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Small is Beautiful: The Key to Right Sizing is Knowing What to Keep and What to Toss

Small is Beautiful: The Key to Right Sizing is Knowing What to Keep and What to Toss

By Barbara Ballinger - San Jose Mercury NewsApril 10th 2009

Moving into less space? Take a hard line on purging belongings. Whether you're moving to smaller quarters to decrease your cost of living or because you simply have made the transition to another life stage and don't need as much space, you're in for a tough assignment: Figuring out what to do with all your stuff.

 

Should you keep, sell, give away or donate that 20-year-old couch that needs reupholstering? Same with the 12-piece fancy dinner service you never use anymore. And what about Grandma's favorite crystal chandelier that you inherited? The latter can be a particularly thorny problem wrapped in the name of guilt since she wanted you to enjoy it and pass it on to the next generation.

 

In most cases, you should purge before you move since you may not be able to fit everything into your new, smaller home. Moreover, it will cost a lot to move boxes and furnishings or store them in an off-site facility. But the best reason to get rid of stuff methodically is that doing so can be exhilarating. It's like taking a load off your shoulders. “Almost everyone is resistant at the beginning, but they come around. I've never had a client tell me, 'I didn't bring enough,'” says Barry Izsak, a certified professional organizer and certified relocation and transition specialist. Izsak is the former president of the National Association of Professional Organizers and also works as a senior move manager in Austin, Texas. He is also a member of the National Association of Senior Move Managers.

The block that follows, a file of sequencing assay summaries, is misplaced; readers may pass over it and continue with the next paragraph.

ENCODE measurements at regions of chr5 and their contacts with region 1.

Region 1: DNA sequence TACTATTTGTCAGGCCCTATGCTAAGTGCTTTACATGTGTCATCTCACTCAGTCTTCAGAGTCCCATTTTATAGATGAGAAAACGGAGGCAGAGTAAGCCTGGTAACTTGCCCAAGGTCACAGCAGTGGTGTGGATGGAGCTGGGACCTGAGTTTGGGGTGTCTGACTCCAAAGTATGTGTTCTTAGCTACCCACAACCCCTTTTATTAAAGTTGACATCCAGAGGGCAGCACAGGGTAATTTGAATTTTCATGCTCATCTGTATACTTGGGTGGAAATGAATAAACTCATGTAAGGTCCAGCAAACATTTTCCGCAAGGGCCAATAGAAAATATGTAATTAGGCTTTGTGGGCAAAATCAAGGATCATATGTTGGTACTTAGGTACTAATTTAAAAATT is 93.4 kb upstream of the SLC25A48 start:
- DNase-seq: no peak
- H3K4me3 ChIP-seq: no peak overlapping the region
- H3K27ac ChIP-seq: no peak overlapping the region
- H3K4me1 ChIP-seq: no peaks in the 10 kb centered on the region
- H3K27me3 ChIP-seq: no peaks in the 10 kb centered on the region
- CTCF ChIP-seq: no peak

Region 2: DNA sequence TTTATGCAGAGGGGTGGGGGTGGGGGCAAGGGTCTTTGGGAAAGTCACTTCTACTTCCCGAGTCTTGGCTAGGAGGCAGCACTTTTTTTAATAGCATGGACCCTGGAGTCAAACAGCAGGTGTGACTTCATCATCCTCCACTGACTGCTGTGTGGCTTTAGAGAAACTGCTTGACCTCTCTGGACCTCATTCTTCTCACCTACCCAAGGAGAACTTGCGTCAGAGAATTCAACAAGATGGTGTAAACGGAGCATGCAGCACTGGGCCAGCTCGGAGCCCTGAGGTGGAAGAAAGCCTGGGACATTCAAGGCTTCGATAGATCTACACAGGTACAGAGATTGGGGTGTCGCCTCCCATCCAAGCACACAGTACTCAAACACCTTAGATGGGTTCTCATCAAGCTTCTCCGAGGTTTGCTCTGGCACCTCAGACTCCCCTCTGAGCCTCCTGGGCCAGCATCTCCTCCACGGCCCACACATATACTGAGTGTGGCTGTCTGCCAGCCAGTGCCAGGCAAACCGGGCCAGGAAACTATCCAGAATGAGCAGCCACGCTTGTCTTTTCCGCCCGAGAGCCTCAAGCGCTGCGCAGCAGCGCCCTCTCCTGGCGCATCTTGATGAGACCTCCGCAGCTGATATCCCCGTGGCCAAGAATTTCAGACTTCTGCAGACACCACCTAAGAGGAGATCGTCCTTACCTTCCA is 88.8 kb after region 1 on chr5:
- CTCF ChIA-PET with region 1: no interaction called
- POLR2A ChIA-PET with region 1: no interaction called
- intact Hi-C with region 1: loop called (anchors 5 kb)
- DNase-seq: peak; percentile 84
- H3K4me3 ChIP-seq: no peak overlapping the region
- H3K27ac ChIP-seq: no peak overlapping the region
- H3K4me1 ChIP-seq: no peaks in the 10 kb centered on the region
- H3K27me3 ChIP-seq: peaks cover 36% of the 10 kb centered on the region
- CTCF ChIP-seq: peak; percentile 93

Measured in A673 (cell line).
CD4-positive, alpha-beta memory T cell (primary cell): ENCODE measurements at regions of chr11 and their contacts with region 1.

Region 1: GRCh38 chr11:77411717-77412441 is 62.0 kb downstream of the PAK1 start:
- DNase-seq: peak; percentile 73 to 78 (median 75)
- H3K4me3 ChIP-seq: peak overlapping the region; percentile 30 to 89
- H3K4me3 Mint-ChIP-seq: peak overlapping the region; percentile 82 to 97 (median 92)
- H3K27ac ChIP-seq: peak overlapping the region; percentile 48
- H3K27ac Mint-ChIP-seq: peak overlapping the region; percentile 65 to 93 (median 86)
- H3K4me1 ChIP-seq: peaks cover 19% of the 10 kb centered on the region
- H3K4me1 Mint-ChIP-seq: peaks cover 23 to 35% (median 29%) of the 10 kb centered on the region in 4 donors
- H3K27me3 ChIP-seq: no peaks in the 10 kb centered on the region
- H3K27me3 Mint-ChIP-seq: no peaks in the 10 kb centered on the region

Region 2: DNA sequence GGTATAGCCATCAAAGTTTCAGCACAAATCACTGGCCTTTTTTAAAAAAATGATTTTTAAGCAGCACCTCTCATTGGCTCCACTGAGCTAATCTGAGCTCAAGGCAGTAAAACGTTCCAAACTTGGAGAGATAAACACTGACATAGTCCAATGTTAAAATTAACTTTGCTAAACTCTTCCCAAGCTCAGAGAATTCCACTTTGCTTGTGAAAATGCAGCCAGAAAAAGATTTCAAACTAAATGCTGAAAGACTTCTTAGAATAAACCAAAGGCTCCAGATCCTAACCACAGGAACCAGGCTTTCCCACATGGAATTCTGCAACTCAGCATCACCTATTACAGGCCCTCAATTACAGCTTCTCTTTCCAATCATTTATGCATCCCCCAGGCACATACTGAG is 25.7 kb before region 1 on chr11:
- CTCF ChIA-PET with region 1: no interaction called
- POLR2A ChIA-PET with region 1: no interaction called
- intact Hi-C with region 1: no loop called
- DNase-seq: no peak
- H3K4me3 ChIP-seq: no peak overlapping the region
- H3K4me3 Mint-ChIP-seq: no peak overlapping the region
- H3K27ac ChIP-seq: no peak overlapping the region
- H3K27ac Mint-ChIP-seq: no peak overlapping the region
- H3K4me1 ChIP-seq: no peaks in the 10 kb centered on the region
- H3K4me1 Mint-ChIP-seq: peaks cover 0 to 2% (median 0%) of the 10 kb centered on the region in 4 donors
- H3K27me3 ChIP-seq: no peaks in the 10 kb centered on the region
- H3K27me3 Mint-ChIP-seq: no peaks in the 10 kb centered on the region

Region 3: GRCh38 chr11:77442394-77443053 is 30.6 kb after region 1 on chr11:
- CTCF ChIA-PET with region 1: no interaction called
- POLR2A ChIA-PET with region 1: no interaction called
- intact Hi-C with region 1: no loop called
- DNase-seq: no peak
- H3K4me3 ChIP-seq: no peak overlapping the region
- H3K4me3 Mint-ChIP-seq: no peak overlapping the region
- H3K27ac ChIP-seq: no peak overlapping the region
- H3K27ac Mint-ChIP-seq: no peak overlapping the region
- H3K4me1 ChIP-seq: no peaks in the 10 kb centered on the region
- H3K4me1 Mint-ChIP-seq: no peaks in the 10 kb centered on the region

Julie Morgenstern, another professional organizer based in New York City and author of When Organizing Isn't Enough Shed Your Stuff, Change Your Life (Simon & Schuster, Fireside, 2008), offers another advantage to right-sizing, which some call downsizing: “You have less to take care of so you have more freedom to pour your energy into relationships and pursue bigger dreams,” she says. “Yet doing so isn't easy,” she continues, “since our identities often are wrapped up in our stuff.”

 

Good purging requires effort and time. Consider the following steps and, when you're done, stay organized so that your new home doesn't get cluttered and make you start all over again:

Analyze and measure your new space. In the best scenario, you know where you're moving and have floor plans with dimensions, so you can determine what will fit where and what most go. Professional organizer Lisa Zaslow, founder of Gotham Organizers in New York City and author of Can't I Just Shred It All? 101 Quick Tips to File and Find Your Important Papers, recommends having a 25-foot tape measure, cutting out shapes to the scale of your furniture and plotting what goes where first on paper.